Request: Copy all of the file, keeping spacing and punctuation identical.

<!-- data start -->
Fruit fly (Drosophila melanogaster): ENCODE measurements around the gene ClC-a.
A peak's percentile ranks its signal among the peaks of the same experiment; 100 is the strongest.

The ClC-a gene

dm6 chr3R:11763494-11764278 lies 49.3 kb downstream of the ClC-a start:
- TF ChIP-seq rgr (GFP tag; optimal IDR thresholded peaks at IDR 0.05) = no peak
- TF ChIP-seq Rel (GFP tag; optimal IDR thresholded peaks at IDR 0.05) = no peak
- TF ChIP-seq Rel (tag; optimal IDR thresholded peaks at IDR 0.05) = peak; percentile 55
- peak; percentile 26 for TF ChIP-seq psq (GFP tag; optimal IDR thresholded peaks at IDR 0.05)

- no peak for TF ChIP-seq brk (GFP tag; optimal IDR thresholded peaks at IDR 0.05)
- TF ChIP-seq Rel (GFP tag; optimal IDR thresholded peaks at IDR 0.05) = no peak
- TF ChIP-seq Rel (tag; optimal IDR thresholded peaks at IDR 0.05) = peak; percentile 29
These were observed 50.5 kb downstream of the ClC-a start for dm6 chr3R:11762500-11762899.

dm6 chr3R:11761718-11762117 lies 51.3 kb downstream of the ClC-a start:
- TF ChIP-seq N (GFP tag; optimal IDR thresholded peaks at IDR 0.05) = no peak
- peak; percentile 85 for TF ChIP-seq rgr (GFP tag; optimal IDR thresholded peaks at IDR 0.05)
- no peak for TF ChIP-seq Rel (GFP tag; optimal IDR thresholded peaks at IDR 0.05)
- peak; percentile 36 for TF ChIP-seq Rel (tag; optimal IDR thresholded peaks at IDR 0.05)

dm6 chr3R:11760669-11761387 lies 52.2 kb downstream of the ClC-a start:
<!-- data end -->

Fruit fly (Drosophila melanogaster): ENCODE measurements around the gene ClC-a.
A peak's percentile ranks its signal among the peaks of the same experiment; 100 is the strongest.

The ClC-a gene

dm6 chr3R:11763494-11764278 lies 49.3 kb downstream of the ClC-a start:
- TF ChIP-seq rgr (GFP tag; optimal IDR thresholded peaks at IDR 0.05) = no peak
- TF ChIP-seq Rel (GFP tag; optimal IDR thresholded peaks at IDR 0.05) = no peak
- TF ChIP-seq Rel (tag; optimal IDR thresholded peaks at IDR 0.05) = peak; percentile 55
- peak; percentile 26 for TF ChIP-seq psq (GFP tag; optimal IDR thresholded peaks at IDR 0.05)

- no peak for TF ChIP-seq brk (GFP tag; optimal IDR thresholded peaks at IDR 0.05)
- TF ChIP-seq Rel (GFP tag; optimal IDR thresholded peaks at IDR 0.05) = no peak
- TF ChIP-seq Rel (tag; optimal IDR thresholded peaks at IDR 0.05) = peak; percentile 29
These were observed 50.5 kb downstream of the ClC-a start for dm6 chr3R:11762500-11762899.

dm6 chr3R:11761718-11762117 lies 51.3 kb downstream of the ClC-a start:
- TF ChIP-seq N (GFP tag; optimal IDR thresholded peaks at IDR 0.05) = no peak
- peak; percentile 85 for TF ChIP-seq rgr (GFP tag; optimal IDR thresholded peaks at IDR 0.05)
- no peak for TF ChIP-seq Rel (GFP tag; optimal IDR thresholded peaks at IDR 0.05)
- peak; percentile 36 for TF ChIP-seq Rel (tag; optimal IDR thresholded peaks at IDR 0.05)

dm6 chr3R:11760669-11761387 lies 52.2 kb downstream of the ClC-a start: